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The most shocking thing about Hunter Harrison's turnaround plan for Canadian Pacific Railway, unveiled this week, is how sensible it all sounds, given the nasty proxy fight that preceded it.

The headline item is Mr. Harrison's planned 4,500 job cuts, but this is no slash-and-burn exercise. Rather, the former Canadian National Railway CEO hand-picked by activist investor Bill Ackman has taken a hard look at CP's network, assets, how it gets from point A to point B, how it spends money, makes money and rewards employees – and given the whole thing a shake. He's getting rid of unnecessary switching yards and terminals, and unneeded locomotives and rail cars, rail lines and real estate. His goal is to get trains to run longer and heavier, but also faster and more productively, including shaving one day off the five-day journey from Vancouver to Chicago.

Mr. Harrison is also cutting senior executive jobs and making sure those who stay own more stock and focus their career aspirations more on working in the field and less on serving an inefficient, top-heavy bureaucracy he is aiming to pare down. Moving the head office out of pricey downtown Calgary and into CPR rail yards will save over $15-million a year.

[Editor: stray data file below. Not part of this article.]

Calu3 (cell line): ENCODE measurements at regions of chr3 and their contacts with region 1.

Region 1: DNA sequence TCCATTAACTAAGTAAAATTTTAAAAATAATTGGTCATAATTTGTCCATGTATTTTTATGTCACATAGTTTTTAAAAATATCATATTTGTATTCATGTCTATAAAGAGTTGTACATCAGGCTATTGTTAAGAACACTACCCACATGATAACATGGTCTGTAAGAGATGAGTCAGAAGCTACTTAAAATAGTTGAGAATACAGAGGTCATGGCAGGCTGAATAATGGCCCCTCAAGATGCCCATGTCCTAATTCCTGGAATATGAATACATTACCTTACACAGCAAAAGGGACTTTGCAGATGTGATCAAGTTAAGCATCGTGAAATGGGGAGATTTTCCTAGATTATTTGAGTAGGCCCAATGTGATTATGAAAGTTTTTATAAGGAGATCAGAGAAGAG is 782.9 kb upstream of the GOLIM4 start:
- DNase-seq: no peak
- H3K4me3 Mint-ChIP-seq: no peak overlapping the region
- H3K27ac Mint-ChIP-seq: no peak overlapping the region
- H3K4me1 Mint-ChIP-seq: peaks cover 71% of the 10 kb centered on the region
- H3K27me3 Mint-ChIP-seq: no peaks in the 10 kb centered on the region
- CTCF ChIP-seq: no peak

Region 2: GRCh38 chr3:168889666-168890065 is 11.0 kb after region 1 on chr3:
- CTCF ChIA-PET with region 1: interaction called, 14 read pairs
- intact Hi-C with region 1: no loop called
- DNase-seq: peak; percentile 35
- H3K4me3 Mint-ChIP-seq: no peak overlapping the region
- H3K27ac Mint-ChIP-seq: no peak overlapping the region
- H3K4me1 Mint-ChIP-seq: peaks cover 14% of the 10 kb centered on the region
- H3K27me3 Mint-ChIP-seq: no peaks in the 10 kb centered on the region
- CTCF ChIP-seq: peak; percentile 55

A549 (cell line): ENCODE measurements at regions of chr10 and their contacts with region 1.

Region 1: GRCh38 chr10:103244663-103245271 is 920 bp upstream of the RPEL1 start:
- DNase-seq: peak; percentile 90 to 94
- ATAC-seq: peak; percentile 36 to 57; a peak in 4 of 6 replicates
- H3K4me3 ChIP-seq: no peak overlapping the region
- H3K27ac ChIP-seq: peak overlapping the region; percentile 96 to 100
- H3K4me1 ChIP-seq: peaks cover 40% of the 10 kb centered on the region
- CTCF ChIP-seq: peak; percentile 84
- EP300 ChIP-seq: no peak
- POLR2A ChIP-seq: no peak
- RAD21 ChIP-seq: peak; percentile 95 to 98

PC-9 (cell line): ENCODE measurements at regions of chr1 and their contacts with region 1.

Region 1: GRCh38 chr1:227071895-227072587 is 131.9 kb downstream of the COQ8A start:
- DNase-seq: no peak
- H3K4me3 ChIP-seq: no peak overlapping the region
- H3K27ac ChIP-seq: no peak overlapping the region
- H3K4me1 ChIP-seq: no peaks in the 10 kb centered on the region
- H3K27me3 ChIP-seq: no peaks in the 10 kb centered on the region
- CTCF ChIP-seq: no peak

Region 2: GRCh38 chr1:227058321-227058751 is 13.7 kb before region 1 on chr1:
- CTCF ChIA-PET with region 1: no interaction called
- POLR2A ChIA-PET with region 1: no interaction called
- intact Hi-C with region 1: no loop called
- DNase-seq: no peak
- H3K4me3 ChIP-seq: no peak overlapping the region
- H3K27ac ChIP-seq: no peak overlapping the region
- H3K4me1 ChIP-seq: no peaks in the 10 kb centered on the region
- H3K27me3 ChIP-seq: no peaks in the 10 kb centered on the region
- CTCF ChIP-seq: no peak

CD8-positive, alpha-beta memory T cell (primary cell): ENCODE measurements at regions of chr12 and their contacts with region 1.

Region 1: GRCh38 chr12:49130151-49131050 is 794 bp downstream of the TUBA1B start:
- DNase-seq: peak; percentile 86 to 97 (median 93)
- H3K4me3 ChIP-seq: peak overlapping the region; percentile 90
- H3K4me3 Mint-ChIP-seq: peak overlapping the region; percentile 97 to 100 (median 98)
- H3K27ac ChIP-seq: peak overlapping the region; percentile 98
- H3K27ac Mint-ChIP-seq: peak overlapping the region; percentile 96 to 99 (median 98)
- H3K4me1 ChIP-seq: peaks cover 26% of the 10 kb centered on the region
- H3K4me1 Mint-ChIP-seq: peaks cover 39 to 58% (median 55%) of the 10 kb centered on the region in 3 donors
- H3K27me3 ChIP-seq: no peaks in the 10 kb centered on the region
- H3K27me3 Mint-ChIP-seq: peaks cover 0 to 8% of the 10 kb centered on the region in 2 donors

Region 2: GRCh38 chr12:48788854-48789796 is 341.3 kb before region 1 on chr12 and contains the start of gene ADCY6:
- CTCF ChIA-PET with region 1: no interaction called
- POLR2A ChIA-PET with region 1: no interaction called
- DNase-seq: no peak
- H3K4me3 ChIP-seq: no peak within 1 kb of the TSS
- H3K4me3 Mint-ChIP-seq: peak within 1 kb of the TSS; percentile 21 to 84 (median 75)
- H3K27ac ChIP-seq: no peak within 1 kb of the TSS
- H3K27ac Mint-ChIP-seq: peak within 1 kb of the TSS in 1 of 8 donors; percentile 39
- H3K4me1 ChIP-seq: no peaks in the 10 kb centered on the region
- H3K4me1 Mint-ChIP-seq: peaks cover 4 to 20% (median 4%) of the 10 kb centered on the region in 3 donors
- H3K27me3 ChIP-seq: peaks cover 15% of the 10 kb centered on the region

To achieve that kind of overhaul you need leadership devoted to making widespread change if necessary, a motivated board to push management to do better, and demanding shareholders. CP had none of that before Mr. Ackman led an overhaul of the board earlier this year. That has changed. Now, not only does the board feature representatives of its largest shareholder, Mr. Ackman's Pershing Capital Management, it also includes Stephen Tobias, a former chief operating officer of railway giant Norfolk Southern Corp.

That's something that was missing from the CP board before: a representative among the blue-chip CEOs and Order of Canada recipients around the table with actual railway experience. (The former board did invite two ex-railroad executives to join last December after Mr. Ackman started agitating for change, but it proved to be too little too late). The railroading business isn't rocket science, but someone with an industry insider's knowledge and understanding of the issues is essential in holding management to account.

It would nice to see every Canadian board push to continually assess and reassess the company's strategy and execution in light of better alternatives. CP used to be a laggard in its industry; now it is the model other boards should emulate.